On 40th anniversary, Bob Cook recalls Wor-Wic’s beginnings

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Robert W. Cook, known as a founder of Wor-Wic Community College, was commencement speaker at the May 13 graduation ceremony.

Cook’s commencement address coincided with the college’s 40th anniversary.

The speaker told the more than 450 graduates graduates how Wor-Wic came to be and about difficulties that were overcome in the early years. He talked about principles of success they can follow in their lives.

Cook said he and others recognized the need for a community college on the Lower Shore, developed and implemented a plan.

There was “stiff resistance on many fronts,” he said, explaining local government leaders, public school officials, taxpayers and some business and industry owners thought costs were too high and public schools, Salisbury University and the University of Maryland Eastern Shore provided necessary education.

The underlying problem, Cook said, was a lack of understanding of the value of a community college.

“So the first thing we did was have a labor market-industry needs study to show the need for this institution and the type of education a community college would bring.The second thing we did was take the show on the road,” Cook said, explaining he and Frank Morris, another Wor-Wic founder, made presentations to county and city officials, business leaders, chambers of commerce members and service clubs.

Wor-Wic’s first location was in a storefront in the old Salisbury Mall. The first president, Dr. Maner, was hired as a consultant to help bring a community college to the region.

Classes were held throughout the region.

“After almost 20 years our county governments recognized the need for a campus, and our trustees acquired 173 acres on Route 50, where you have been attending classes in the most modern facilities on a beautiful campus,” he told graduates.

“Recognize the need for whatever it is, identify the opportunity,” he advised.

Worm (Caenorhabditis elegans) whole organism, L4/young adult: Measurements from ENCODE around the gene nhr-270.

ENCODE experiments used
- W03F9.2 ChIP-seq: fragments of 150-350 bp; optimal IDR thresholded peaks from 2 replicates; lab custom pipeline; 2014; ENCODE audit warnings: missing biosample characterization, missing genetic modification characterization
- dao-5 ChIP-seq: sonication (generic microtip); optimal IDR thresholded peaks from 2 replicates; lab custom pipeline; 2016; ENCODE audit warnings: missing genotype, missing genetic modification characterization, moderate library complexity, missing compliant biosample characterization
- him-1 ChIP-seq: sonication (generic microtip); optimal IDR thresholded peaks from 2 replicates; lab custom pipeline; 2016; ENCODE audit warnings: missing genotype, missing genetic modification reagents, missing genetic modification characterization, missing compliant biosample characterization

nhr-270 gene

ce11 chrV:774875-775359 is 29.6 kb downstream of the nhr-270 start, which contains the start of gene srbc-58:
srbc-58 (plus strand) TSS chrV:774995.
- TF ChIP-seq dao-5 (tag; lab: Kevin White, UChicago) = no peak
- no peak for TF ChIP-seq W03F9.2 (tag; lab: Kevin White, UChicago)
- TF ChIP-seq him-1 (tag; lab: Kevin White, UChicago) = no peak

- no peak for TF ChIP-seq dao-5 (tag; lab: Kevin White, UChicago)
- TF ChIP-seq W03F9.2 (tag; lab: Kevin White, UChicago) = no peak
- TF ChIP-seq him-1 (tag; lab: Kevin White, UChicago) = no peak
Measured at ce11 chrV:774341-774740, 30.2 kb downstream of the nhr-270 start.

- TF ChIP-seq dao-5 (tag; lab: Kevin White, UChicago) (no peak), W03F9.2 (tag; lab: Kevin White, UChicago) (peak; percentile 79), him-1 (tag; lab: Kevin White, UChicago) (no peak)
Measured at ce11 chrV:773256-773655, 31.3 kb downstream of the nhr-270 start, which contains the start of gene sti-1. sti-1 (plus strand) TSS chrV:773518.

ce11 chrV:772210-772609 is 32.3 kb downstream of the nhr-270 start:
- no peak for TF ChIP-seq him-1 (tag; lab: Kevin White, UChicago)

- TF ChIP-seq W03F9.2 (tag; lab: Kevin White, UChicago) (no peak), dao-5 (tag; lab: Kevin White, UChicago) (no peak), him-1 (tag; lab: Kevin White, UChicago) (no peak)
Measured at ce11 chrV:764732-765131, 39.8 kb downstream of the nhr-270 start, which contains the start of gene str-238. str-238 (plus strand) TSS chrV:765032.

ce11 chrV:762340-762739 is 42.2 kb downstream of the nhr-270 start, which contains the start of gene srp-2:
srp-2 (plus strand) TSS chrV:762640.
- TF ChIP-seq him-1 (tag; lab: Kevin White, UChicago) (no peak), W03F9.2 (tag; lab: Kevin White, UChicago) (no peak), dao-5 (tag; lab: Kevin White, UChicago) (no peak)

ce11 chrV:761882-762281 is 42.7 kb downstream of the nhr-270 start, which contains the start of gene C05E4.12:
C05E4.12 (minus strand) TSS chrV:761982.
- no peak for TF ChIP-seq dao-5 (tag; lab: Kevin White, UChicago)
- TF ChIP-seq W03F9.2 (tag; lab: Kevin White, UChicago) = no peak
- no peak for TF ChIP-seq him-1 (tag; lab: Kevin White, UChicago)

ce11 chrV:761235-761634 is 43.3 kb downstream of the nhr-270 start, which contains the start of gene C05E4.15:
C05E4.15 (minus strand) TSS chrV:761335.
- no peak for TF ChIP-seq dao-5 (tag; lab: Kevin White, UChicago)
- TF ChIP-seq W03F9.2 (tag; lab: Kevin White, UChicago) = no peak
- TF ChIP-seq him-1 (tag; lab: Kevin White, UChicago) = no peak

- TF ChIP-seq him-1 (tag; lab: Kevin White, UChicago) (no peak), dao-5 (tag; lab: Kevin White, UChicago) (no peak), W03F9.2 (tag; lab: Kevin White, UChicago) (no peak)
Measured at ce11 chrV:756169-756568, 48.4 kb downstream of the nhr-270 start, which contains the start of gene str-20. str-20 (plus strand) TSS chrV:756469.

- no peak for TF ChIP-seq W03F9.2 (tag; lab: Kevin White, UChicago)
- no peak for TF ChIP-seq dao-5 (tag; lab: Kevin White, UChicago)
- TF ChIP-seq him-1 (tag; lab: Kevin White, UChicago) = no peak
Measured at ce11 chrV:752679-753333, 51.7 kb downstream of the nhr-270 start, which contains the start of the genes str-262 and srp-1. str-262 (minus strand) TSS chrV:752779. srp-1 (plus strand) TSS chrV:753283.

“Have a vision. Know the importance of a plan and how to develop and implement one.”

Cook stressed the importance of being persistent and radiating conviction.

“Develop your allies and friends. Identify and eliminate obstacles. And above all, be a leader. Prove your leadership by doing these things,” he said.

Wor-Wic President Dr. Ray Hoy presented Cook with a plaque on behalf of the 2015 graduating class.

Dr. Stephen L. Capelli, vice president for academic and student affairs, introduced student speaker Jasmine Murray of Federalsburg. She graduated with an associate degree in elementary education-generic special education.

“I came not knowing anybody. I was shy and I didn’t know what to expect because this was the first college that I was attending. However, during my time here, I have learned how to open up and be more outgoing and I have met the most amazing people that I never thought I would have met,” Murray said.

“It is only this school where we can get the best education, participate in the best educational clubs, have the opportunity to meet other great students around the campus and go around to any building and find the nicest staff that are ready to work with us and get us whatever we need,” she said.

Not only did she learn how to become more independent and responsible, she also learned how to build a strong team with fellow officers in the Alpha Nu Omicron chapter of the Phi Theta Kappa international honor society.

“I plan to continue to be a leader and I challenge the class of 2015 to continue to be leaders as well,” Murray said, adding she will pursue a bachelor’s degree in elementary education at Salisbury University.

Among highlights of commencement was the graduation of Alyssa Hazel, 17.

The Hebron resident was a dean’s list student with a 3.45 grade point average and the youngest member of the graduating class. She simultaneously received a general studies degree from Wor-Wic and her high school diploma.

 

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